Outside the goods and services that are covered by frameworks, direct tendering opportunities are competitions that may be advertised by a wide range of public sector bodies, including the OGP, on eTenders. These cover the whole range of public buying from landscaping projects up to large-scale infrastructure projects.
“SMEs that are interested in exploring all of these opportunities can register online to receive alerts about competitions of interest to them,” the spokesperson informs us.
Ross McCarthy, Owner of Keystone Procurement
Ross McCarthy is Owner of Keystone Procurement, an advisory services company specialising in advising SMEs and Buying organisations (public, private and social enterprises) on procurement related matters. Keystone owns and runs the Sluamor website, a portal dedicated to facilitating consortium development in Ireland and overseas.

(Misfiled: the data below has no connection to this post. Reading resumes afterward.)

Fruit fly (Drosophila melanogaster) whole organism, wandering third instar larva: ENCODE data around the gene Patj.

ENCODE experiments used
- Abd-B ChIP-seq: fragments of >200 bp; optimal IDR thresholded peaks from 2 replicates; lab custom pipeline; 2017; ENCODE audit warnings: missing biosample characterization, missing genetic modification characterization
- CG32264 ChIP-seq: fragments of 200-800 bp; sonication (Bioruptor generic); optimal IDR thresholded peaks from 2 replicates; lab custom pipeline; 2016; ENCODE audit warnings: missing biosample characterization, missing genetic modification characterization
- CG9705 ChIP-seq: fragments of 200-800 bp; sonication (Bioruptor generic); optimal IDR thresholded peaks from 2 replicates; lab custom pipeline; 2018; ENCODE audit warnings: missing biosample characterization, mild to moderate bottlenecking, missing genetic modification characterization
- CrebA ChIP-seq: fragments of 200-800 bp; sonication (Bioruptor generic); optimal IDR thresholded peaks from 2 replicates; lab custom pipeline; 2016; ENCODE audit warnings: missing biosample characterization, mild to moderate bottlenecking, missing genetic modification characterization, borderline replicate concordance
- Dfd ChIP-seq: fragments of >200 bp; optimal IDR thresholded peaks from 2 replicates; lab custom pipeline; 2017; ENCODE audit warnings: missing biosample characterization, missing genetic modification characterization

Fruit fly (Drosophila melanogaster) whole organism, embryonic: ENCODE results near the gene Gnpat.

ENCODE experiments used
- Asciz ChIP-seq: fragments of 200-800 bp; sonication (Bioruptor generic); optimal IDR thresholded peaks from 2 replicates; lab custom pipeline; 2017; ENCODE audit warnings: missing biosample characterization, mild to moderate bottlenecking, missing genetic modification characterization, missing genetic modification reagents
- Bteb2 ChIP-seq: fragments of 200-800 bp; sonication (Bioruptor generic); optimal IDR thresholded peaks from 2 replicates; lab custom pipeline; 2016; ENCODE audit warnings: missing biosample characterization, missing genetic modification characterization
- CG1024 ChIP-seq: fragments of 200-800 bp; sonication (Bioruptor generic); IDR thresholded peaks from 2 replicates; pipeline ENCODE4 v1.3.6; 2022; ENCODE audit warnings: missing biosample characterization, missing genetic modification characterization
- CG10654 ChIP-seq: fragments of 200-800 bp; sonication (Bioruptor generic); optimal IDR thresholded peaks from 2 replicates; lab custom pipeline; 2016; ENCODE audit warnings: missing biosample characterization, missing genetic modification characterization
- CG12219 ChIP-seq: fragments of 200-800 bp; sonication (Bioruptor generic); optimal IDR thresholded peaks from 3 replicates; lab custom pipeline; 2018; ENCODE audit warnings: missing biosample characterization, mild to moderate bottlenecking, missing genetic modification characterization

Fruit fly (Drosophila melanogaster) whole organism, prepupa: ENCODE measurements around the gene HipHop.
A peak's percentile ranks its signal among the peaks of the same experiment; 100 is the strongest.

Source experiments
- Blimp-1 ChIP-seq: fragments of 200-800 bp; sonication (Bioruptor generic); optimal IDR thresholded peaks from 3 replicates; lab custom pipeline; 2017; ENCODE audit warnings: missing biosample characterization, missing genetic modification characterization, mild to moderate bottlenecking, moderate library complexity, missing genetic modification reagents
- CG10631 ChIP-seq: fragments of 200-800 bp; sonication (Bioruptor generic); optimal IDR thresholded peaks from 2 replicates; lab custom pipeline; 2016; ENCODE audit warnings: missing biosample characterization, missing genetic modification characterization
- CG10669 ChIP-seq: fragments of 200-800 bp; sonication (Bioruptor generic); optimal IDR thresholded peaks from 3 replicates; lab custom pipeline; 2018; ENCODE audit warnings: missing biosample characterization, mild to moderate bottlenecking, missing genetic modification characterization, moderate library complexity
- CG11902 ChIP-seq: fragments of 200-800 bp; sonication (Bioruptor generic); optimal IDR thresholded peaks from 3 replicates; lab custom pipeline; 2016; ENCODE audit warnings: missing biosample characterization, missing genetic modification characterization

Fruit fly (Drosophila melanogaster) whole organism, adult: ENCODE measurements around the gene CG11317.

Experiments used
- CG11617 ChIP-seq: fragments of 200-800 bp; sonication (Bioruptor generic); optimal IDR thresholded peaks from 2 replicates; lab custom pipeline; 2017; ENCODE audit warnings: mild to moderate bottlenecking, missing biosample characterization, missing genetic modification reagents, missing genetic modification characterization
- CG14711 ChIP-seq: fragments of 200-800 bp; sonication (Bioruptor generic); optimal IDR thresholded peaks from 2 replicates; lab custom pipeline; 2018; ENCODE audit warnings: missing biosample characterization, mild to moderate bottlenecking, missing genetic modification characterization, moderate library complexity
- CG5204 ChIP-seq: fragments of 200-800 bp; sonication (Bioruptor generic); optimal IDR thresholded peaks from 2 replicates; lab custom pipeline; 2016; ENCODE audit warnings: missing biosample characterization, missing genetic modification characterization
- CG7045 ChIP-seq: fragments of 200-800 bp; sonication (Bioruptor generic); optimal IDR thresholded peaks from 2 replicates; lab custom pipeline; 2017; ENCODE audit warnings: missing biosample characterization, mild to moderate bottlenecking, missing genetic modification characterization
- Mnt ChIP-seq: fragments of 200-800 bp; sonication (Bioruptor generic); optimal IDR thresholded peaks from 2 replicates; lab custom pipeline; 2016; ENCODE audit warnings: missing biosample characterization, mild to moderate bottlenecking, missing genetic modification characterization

We ask Ross if Construction SMEs are aware of the opportunities in Public Procurement. “Passively, yes,” he tells us. “There is widespread passive awareness of the opportunities in public procurement but active awareness is higher in certain categories. For instance, in our experience road surfacing, glazing, plant hire, facilities management and professional design services companies working on new builds or on the maintenance cycle are highly aware. As you go towards other sectors like building contracting services and trades, the knowledge and interest levels vary a good deal.”